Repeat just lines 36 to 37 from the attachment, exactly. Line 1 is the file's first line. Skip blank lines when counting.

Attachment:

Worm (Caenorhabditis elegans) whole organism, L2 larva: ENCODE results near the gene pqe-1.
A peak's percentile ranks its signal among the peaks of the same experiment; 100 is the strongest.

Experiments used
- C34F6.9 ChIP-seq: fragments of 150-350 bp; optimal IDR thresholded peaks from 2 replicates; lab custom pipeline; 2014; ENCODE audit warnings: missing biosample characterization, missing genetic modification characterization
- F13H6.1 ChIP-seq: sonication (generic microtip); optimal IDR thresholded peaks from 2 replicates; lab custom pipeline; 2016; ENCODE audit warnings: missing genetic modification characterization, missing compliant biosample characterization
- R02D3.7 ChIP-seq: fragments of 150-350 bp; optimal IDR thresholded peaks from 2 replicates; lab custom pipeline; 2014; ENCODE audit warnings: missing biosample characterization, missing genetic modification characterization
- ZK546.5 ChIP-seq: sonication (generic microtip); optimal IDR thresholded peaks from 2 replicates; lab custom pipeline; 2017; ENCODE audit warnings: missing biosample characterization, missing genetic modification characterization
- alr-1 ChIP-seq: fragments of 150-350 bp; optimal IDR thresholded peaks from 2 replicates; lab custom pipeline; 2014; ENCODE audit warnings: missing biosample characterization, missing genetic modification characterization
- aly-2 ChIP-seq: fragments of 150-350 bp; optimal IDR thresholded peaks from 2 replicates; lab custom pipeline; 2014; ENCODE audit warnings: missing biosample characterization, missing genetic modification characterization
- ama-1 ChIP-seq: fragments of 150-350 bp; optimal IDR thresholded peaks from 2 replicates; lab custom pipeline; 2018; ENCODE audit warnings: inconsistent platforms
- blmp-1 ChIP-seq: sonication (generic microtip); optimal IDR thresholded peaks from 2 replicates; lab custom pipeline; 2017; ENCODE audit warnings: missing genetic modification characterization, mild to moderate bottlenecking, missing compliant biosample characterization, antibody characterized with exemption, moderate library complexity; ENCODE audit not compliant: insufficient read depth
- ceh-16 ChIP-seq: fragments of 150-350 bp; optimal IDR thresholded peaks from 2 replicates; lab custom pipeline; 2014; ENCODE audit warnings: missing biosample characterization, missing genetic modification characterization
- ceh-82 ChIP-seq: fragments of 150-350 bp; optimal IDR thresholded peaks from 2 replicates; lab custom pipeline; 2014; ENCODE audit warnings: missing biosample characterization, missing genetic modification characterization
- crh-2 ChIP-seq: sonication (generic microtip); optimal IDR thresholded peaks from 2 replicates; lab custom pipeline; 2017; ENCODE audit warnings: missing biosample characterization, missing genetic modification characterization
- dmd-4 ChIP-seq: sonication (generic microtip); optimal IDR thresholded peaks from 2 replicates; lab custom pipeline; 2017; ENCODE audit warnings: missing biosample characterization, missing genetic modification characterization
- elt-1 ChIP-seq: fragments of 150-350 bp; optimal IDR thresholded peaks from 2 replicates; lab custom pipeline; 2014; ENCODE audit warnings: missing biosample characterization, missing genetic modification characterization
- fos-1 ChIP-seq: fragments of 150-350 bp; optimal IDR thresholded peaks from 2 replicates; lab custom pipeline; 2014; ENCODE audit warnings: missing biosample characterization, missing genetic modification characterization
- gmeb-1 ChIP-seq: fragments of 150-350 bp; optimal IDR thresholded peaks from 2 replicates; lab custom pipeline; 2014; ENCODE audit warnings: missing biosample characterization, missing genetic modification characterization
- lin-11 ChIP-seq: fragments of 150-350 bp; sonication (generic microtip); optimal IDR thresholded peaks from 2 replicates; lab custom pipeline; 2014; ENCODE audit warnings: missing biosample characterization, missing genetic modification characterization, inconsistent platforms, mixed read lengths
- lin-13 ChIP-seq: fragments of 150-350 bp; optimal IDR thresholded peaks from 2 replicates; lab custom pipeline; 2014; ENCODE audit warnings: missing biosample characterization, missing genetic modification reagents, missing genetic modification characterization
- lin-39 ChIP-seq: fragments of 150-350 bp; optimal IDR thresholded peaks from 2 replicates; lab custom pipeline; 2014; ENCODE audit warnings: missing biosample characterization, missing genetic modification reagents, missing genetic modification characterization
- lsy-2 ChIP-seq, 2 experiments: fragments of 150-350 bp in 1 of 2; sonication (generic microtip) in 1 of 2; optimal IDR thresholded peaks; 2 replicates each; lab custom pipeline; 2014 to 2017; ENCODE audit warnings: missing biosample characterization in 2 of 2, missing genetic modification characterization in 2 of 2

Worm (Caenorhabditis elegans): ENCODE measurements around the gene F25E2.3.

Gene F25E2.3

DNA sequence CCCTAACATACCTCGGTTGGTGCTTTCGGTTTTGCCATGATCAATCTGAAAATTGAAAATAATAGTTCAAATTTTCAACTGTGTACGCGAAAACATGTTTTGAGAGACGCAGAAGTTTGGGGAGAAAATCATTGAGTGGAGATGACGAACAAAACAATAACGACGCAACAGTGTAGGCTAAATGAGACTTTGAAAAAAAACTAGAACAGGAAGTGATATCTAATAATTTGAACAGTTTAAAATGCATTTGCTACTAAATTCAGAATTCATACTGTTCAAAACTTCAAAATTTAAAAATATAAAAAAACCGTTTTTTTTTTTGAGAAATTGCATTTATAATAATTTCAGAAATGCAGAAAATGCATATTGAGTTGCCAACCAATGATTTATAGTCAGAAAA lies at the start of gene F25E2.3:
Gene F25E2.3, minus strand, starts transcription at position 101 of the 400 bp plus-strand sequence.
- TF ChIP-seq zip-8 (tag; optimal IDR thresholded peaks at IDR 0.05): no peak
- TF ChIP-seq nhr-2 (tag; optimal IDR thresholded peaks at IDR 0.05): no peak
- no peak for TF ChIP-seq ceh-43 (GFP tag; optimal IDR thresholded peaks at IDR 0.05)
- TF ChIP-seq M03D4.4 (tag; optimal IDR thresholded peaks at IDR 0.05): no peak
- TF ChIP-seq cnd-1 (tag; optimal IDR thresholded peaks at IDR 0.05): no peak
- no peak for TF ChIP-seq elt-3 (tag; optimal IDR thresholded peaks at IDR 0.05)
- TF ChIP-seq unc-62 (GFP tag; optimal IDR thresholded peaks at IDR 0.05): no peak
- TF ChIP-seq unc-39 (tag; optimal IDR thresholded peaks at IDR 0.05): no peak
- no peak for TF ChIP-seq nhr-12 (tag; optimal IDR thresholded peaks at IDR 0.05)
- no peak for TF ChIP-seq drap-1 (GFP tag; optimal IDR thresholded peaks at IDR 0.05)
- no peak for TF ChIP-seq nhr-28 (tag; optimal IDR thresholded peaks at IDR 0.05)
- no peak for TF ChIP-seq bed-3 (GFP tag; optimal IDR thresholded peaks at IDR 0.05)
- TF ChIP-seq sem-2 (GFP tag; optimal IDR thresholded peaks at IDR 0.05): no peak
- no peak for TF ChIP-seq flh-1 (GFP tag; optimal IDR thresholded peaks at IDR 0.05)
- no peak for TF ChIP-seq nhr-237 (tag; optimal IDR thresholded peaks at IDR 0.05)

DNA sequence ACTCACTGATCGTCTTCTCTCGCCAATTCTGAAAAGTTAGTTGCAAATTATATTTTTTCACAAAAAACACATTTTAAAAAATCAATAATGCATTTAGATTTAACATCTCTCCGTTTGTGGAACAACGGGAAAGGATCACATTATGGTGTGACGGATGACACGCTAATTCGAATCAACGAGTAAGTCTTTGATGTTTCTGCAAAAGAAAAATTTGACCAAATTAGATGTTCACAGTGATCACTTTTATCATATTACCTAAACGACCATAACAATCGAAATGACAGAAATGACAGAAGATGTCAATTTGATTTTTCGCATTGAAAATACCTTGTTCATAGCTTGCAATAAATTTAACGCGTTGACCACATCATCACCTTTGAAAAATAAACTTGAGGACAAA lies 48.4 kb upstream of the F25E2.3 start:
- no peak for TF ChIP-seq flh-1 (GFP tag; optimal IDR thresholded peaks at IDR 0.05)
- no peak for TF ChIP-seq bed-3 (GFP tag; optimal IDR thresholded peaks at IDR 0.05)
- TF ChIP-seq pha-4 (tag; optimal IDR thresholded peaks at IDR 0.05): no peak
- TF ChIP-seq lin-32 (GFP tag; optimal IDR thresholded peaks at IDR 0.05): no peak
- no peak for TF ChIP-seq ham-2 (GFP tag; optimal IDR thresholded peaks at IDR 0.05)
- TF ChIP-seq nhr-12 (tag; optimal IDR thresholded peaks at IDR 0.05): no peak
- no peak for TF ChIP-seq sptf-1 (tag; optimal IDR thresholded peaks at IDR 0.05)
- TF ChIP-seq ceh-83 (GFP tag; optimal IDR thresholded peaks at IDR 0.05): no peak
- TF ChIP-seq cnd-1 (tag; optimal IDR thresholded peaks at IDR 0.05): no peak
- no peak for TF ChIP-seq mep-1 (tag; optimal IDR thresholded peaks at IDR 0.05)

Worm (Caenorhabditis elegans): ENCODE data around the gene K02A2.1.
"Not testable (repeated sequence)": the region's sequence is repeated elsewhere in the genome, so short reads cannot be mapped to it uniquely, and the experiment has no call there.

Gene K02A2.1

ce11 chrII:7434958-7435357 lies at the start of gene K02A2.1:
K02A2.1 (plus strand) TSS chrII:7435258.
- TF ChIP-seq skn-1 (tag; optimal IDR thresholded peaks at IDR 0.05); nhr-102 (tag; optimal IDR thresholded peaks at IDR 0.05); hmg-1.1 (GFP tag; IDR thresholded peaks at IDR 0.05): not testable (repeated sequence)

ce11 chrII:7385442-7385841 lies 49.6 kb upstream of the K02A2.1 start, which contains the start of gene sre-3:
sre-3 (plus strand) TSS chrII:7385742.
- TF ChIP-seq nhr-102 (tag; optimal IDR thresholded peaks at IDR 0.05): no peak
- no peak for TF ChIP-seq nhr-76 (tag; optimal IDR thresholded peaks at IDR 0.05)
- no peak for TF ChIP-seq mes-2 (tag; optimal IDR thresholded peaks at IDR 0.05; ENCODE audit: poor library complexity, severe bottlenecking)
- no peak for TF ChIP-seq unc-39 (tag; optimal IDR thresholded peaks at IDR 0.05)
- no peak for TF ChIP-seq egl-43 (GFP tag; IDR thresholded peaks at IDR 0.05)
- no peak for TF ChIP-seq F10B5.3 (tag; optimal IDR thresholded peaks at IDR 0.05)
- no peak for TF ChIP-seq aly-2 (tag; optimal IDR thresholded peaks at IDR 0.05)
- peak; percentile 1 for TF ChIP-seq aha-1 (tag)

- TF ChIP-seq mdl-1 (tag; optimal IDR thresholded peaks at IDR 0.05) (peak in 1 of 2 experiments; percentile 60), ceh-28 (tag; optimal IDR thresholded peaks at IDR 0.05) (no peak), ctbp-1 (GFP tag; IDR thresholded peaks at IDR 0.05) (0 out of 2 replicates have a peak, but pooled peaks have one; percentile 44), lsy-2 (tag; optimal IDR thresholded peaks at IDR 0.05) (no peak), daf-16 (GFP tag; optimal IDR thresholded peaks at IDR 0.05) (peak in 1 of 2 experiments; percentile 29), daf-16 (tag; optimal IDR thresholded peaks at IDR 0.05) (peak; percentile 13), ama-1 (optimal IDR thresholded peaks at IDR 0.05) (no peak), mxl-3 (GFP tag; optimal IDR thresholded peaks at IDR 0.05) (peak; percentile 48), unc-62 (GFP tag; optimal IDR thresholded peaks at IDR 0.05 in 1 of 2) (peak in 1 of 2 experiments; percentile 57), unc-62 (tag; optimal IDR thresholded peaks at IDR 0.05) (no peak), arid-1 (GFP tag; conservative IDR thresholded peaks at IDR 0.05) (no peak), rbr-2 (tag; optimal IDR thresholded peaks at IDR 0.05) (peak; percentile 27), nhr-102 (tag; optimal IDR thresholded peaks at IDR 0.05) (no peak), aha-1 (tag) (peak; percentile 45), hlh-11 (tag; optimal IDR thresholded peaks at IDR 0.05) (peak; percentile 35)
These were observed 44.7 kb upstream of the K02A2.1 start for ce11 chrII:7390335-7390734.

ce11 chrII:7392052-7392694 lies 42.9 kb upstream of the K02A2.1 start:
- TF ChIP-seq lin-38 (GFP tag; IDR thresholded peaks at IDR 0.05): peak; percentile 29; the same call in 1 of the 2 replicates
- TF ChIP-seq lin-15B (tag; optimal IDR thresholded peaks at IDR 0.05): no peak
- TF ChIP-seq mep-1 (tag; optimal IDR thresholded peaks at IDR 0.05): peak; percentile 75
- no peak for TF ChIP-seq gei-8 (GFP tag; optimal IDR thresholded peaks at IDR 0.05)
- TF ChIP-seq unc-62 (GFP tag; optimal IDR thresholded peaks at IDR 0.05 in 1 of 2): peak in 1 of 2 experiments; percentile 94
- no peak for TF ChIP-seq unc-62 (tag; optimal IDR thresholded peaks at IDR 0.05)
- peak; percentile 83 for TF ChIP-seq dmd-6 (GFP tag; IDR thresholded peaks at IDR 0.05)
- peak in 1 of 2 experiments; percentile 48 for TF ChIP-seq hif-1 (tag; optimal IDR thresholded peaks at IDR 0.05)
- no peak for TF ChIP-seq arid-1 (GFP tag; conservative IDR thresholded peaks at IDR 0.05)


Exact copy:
- no peak for TF ChIP-seq drap-1 (GFP tag; optimal IDR thresholded peaks at IDR 0.05)
- no peak for TF ChIP-seq nhr-28 (tag; optimal IDR thresholded peaks at IDR 0.05)